Good idiomatic code examples are tough to find and I’m not even sure there is such as as idiomatic PHP. The result is a community understood for inadequate code quality, absence of tests, security nightmares and an after taste of the very early 2000s.

Strong PHP groups with well developed conventions, procedures and guidelines can accomplish fantastic things, but such teams are unusual.



  • Portability.
  • The power & performance of C/C++ but with automatic memory management.
  • Cares a lot about object-orientation.
  • IDE needed.
  • Memory is cheap so we eat everything.
  • Threading is the means to go!
  • Don’t point out Java applets.
  • Look at my pretty JVM!
  • Open source (however owned by Oracle).
  • Slower but safer development cycles.


Personal Opinion:

Java is rather interesting. A few years ago a lot of designers got tired of Java and discovered other lands. They typically changed to interpreted languages such as PHP, Python, Ruby or even more esoteric languages like Erlang.
However, Google through Android was able to reveal that Java in itself isn’t as awful as we remembered (as long as you do not have to make use of J2EE or Swing). There is also a “hipsterish” trend that seems to suggest that Java is really cool again. A lot of that pertains to two things:.

  • the JVM.
  • the unbelievable quantity of high quality libraries.

That said, for a lot of us, composing Java all day doesn’t sound attractive. If you are going to depend on the Java stack, there is long list of other JVM languages which are mature and play well with Java libs (i. e: Scala, Groovy, JRuby, Clojure). You can constantly to mix and match.

Working with Java developers isn’t too tough considering that a lot of students coming out of school learned Java, but discovering fantastic early-stage startup engineers who want to write Java is quite tough.

Side note: If you are targeting Android, keeping it easy, stay with the official stack even if you could fancy another JVM language better.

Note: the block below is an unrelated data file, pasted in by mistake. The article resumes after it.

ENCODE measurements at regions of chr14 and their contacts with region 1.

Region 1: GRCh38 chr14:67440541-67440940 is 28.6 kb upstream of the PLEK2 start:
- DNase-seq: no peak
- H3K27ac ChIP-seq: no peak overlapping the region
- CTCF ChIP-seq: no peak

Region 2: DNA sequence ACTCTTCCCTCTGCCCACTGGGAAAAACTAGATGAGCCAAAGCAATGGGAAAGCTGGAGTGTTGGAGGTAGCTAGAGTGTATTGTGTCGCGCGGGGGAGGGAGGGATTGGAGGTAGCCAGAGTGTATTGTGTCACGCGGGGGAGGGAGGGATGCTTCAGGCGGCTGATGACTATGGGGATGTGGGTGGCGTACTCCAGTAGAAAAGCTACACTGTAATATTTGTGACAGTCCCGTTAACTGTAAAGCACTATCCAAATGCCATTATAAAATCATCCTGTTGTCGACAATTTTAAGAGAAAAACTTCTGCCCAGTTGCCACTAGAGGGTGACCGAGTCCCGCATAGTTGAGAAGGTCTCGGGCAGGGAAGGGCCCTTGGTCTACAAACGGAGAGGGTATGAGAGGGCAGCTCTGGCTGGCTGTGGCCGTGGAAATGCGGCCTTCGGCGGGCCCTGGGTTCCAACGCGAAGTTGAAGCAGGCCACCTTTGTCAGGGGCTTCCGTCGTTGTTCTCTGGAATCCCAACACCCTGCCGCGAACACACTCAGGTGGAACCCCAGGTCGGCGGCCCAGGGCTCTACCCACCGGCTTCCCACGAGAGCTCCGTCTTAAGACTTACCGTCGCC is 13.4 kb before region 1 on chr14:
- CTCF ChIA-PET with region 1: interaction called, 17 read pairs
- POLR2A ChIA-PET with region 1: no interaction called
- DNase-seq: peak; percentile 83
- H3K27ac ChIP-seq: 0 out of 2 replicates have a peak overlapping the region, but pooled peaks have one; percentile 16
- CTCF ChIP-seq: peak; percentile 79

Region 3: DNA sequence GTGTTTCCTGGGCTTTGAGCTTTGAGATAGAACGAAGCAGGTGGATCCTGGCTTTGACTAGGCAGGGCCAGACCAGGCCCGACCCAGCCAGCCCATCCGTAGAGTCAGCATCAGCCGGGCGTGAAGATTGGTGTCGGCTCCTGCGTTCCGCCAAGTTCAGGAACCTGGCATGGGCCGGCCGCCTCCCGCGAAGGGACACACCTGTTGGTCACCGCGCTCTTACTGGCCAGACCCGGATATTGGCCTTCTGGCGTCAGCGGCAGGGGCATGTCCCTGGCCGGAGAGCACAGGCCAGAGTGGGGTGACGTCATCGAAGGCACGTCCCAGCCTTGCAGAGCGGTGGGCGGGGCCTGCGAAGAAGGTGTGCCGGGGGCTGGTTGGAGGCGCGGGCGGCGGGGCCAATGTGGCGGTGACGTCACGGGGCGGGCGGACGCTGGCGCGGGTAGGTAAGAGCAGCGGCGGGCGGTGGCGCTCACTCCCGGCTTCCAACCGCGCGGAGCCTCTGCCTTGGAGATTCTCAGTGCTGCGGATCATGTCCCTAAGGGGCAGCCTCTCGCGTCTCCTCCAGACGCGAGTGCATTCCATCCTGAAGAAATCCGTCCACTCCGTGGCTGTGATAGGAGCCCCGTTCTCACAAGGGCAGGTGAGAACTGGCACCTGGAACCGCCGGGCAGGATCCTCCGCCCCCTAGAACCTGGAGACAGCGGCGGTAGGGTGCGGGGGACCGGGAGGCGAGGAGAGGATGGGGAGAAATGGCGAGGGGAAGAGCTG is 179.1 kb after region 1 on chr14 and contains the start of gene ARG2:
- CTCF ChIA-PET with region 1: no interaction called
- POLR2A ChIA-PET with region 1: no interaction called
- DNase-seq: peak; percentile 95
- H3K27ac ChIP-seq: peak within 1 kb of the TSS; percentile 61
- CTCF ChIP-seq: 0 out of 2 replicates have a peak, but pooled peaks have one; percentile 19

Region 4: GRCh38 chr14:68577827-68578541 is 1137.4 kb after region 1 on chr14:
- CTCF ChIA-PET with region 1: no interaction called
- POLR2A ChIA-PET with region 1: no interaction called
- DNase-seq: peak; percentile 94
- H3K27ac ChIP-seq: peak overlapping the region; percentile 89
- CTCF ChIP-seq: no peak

There are still many needs to use Java’s technology for your new startup, however you might likewise consider using a more “rapid/flexible” option in parallel (Ruby, Python, Node …). A multilingual environment brings a lot of value to both the company and the engineers, which is something the Java neighborhood appears to be gradually however surely finding.

Java mainly draws in more classically trained engineers trying to find comfortable, recurring, renowneded patterns. They will certainly be utilized to the language, its devices and its natural rhythm. They could not be the most curious developers however they are trustworthy (if you pick the right ones clearly).

C# /.NET


  • A better Java.
  • Initially designed for desktop and embedded apps.
  • We have a better IDE than the Java people.
  • We are business severe but we can offer you most of Bed rails’ cool functions.
  • We have a conflicted vision of Open Source.
  • Slower however much safer development cycles.


Personal Opinion:

I returned and looked at C # when C # 5 was launched and I have to say that I was really impressed by some of the brand-new language functions. From a purely language design viewpoint, C # is a fair bit ahead of Java. I was also amazed by how enjoyable it was to write Javascript in Visual Studio (I actually didn’t expect that because my experience with VS was primarily around C++).

Another thing that actually impressed me: the quality level of the readily available documents is exceptional! But the fact that C # isn’t really open source, that Visual Studio + MSDN is so pricey and the whole environment reeks of licenses and expenses, is little bit of a turn off.

Microsoft is slowly opening to open source and even more open solutions like Azure. But as a neighborhood,. INTERNET is still quite Microsoft-centered. As a start-up business owner, you need to consider how you feel about open source vs venture backed cultures.